Zen meditation (zazen) and mindfulness have only recently become popular in Europe and America, but they have been practiced in Asia for centuries.
Nowadays, many of the world’s biggest and most successful companies, like Google, Facebook, and Yahoo!, include mediation and mindfulness in their employee training. At Apple, Steve Jobs was a lifelong follower of Zen.
Before you learn Zen meditation from a Buddhist monk, let’s look a little at the history and fundamentals of this ancient practice.
The History of Zen
Zen’s ultimate origin is the origin of Buddhism itself. About 2,500 years ago, when a man named Shakyamuni in India achieved enlightenment through meditation and became who we now call the Buddha.
Buddhist teachings were transmitted, developed, and argued over for thousands of years. For the story of Zen, the next main figure is an Indian monk called Bodhidharma, or Daruma in Japanese. He is said to have brought Buddhism to China around 520 CE. Buddhism combined with Chinese religions and philosophies like Taoism to form Zen.
Bodhidharma is thus traditionally considered the first Zen Patriarch, and the founder of the tradition. He is still venerated today in Japan, especially in the form of bright red dolls, also called daruma.
The Zen tradition began to decline somewhat in China around the 13th century, and many Zen monks came to Japan as a result. Like many aspects of Japanese culture, Japanese Zen has its roots in China.
The military governments of the Kamakura Period (1185–1333) and Muromachi Period (1336–1573) introduced the Chinese Gozan (‘five peaks’) system of temple ranking, placing five temples at the top. This allowed greater control over rapidly expanding Zen influence, and allowed religion and governance to become closely intertwined. Many aspects of samurai philosophy came from Zen as a result, all the way up to the abolition of the samurai system at the end of the 19th century.
Zen Buddhism gained popularity in America in the 1960s thanks to figures like Alan Watts and D. T. Suzuki, who translated Japanese and Chinese texts and introduced its concepts to a Western audience. Nowadays, some of its tenants are familiar to people all over the world, even if they don’t realize it.
Practice, not Theory
Zen focuses on the essence of Buddhism. Accordingly, Zen is usually concerned far more with practice rather than theory. In the Zen tradition one achieves enlightenment through wisdom from the depths of our own consciousness, not through blind obedience to doctrine.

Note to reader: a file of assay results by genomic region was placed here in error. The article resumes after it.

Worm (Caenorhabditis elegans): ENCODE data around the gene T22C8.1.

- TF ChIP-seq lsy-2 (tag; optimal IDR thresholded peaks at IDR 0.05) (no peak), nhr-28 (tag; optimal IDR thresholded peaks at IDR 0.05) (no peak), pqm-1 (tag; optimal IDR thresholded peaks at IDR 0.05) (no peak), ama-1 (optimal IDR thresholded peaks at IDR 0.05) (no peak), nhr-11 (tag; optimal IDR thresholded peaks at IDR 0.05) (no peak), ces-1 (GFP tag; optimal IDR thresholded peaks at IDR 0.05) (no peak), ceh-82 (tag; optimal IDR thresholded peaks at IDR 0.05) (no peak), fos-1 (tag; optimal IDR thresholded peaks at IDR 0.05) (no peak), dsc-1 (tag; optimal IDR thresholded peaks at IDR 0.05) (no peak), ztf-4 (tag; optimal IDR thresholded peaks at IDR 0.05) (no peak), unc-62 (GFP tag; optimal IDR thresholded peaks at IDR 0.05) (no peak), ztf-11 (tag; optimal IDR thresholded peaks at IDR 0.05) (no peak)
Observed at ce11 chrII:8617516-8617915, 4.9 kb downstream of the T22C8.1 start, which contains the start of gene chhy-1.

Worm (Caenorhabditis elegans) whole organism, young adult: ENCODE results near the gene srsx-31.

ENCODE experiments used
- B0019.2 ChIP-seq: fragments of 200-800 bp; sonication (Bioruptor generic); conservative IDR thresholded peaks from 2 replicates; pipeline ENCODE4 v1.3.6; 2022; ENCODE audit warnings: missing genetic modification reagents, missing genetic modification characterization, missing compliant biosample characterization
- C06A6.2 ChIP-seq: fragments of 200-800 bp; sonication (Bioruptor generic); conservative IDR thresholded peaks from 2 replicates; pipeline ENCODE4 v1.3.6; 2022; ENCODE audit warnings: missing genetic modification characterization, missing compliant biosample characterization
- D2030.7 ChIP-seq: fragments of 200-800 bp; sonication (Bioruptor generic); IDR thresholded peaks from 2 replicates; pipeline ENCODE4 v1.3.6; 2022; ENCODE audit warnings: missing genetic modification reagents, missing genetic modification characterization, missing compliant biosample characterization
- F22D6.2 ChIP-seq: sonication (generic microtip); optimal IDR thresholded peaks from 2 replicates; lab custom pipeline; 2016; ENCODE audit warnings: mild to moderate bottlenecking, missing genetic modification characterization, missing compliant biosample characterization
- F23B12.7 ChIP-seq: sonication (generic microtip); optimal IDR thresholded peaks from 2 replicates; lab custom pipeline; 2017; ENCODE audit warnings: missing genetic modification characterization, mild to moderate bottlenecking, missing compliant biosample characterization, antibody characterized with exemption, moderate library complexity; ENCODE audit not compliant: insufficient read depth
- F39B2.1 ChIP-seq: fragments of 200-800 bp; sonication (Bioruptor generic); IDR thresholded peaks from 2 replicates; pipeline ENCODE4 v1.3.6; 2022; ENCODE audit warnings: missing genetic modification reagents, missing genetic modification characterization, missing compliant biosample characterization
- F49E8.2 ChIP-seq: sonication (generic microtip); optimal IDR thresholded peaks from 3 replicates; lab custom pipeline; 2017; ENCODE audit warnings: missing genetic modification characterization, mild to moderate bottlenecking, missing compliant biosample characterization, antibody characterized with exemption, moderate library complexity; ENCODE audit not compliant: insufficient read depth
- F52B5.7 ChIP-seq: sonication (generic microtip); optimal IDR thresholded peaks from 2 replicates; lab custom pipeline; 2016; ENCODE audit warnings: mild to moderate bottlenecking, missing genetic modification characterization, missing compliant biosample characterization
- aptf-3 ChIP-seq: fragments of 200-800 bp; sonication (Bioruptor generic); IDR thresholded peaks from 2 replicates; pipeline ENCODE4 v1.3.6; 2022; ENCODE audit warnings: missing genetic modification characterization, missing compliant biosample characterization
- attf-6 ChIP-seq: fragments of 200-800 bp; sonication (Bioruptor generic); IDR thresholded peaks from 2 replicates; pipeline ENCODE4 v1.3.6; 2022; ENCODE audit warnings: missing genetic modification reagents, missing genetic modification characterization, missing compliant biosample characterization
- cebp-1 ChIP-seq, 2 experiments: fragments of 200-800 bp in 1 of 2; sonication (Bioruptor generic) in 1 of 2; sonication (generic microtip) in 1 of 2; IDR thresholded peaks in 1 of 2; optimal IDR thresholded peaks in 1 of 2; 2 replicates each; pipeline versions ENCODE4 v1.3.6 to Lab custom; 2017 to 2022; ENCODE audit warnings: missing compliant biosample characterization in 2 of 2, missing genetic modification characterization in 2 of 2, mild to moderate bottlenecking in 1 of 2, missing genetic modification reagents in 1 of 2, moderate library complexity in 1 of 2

The Soto Zen sect is one of the strongest adherents to this principle. They describe zazen meditation as follows.
Zazen is the foundation of the Soto Zen sect. This is because the Buddha achieved enlightenment by devoting himself to the practice of zazen. ‘Zen’ is the true nature of things, the way things are, and the ability of the mind to recognize and respond to them. Through just sitting down, you can stabilize your body, focus your mind, and balance your senses.
Soto zazen meditation is “just sitting” (shikantaza). There is no goal, and no way to “achieve” zazen. Instead, the posture and shape of zazen is the shape of the Buddha, and thus the shape of enlightenment. In our daily lives, we are often swayed by selfish desires, but when practicing zazen we are not bound by any thought or desire.
Dogen, the founder of Soto Zen, found that all activities, not just zazen, can be practiced as a form of Zen. Thinking of Zen as a form of training separates it from the rest of our lives, when in fact it is the actions we perform every day that constitute the practice of Zen.
Instead of focusing on the supposed goal of meditation or study, a focus on the meditation itself is believed to lead to a mind unbound by thoughts or desires – an enlightened mind. It is for this reason that all Zen sects, and Soto Zen in particular, focus greatly on the practice of meditation, rather than the formal study of documents and doctrine.
Now you know a little of the theory, why not practice Zen meditation yourself? With Wabunka Experiences, you can experience zazen online from a Buddhist monk, live from a temple in Kyoto.